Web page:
Faldo, a six-time major winner and a designer himself, has pitched an altogether different plan in a letter to the IGF, which is in charge of the game as an Olympic sport.

At first blush, it sounds as though it could produce the biggest clash of egos in the history of the sport. It might even require a referee.

But if handled properly, it could certainly achieve Faldo's intended result -- to create a slew of publicity around the world about the Olympics push, because big-name players and designers from every corner of the world would potentially be involved in building the crucial host venue in Rio de Janiero.

Here are some excerpts from Faldo's letter to IGF brass:

"It is my hope that with this letter you might consider a genuinely international collection of player-designers, comprising major champions from all around the world working in the ultimate Olympic spirit as a design collaboration. What a tremendous, ongoing, global and historic story we could write for our sport as a truly international team of men's and women's champions create the venue for golf's return to the Olympics in 2016. Certainly some of the most-respected course designers in the world come from a global pool of the most-recognized champions.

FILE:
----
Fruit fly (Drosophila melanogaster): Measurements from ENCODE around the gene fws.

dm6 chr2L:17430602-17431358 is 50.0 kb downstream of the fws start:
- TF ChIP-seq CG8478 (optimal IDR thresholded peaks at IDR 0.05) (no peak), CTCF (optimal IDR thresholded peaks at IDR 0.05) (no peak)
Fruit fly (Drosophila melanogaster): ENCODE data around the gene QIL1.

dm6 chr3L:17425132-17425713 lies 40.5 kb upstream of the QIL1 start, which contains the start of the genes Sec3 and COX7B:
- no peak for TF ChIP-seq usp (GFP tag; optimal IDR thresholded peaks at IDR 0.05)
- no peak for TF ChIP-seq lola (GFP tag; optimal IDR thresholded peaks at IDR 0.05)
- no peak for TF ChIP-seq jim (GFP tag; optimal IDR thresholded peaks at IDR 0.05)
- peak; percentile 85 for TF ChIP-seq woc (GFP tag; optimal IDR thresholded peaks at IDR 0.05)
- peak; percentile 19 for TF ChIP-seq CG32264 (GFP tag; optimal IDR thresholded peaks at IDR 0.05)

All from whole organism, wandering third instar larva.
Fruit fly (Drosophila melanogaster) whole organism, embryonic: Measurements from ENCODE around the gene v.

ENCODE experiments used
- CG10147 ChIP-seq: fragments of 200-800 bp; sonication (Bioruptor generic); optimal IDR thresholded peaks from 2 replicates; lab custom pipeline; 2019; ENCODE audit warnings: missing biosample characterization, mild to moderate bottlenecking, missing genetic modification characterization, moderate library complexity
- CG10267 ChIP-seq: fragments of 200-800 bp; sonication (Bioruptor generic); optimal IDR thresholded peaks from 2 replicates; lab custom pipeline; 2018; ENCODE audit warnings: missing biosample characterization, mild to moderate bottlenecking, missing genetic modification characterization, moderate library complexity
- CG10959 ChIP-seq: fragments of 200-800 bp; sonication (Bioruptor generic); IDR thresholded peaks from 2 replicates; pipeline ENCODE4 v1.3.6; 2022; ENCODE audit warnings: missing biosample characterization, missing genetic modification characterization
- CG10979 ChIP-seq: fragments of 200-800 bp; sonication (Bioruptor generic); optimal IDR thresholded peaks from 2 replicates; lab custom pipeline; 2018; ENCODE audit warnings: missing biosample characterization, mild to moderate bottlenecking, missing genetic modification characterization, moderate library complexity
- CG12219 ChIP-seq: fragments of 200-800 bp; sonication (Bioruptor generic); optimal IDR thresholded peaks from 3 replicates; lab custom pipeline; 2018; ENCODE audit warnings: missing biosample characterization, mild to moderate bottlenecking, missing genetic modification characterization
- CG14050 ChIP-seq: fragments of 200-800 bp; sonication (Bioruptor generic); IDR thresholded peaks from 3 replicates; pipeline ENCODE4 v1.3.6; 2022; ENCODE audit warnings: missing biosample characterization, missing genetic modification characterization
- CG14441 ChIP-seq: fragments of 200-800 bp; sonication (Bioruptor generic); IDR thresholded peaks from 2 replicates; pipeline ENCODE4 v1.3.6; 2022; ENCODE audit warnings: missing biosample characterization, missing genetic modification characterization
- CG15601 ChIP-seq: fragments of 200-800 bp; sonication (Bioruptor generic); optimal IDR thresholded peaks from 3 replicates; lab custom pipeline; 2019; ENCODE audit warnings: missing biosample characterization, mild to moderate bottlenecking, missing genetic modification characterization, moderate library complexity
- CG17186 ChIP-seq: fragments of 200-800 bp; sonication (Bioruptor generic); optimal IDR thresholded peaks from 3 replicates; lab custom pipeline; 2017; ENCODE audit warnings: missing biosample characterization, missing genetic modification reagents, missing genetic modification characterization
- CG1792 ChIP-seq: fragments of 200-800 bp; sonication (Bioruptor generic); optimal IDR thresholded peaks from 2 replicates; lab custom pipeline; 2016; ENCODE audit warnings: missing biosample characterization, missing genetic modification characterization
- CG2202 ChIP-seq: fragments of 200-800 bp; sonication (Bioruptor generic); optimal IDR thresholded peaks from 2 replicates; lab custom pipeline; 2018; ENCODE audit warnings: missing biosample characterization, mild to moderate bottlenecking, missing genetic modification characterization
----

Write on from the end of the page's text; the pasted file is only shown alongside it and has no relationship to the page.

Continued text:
"It is understood that the complexity of the site and the demands of the Olympic event would necessitate a unified and experienced process architecturally; as they say, egos should be checked at the door, but please imagine the worldwide interest and appeal this Olympic course as the truest collaboration of men's and women's champions -- from every continent.

"Consider for yourself, the major-champion designers from the continents of Africa, Australia, Europe, North America, South America and Asia. The announcement of this collaboration alone would generate true and positive worldwide interest and press in a truly Olympic story."

Faldo did not mention in the letter if he had spoken specifically to any players, nor did he identify any designers who were interested in the idea. In Faldo's mind, a lead architect would likely need to be appointed, but he believes that designers would leap at the chance to be involved in the project.

Just throwing around random names here, but if player-designers like Nicklaus, Palmer, Woods, Mickelson, Els, Faldo, Norman and their design ilk jumped in with both feet, it's undeniable that the interest in the project and Olympics push would increase overnight, and give several countries the feeling that their nation had participated in the outcome.

The site for the course in Rio has been identified, but no designer has been named.

Category: Golf
Tags: faldo, olympics
The views expressed in this blog are solely those of the author and do not reflect the views of CBS Sports or CBSSports.com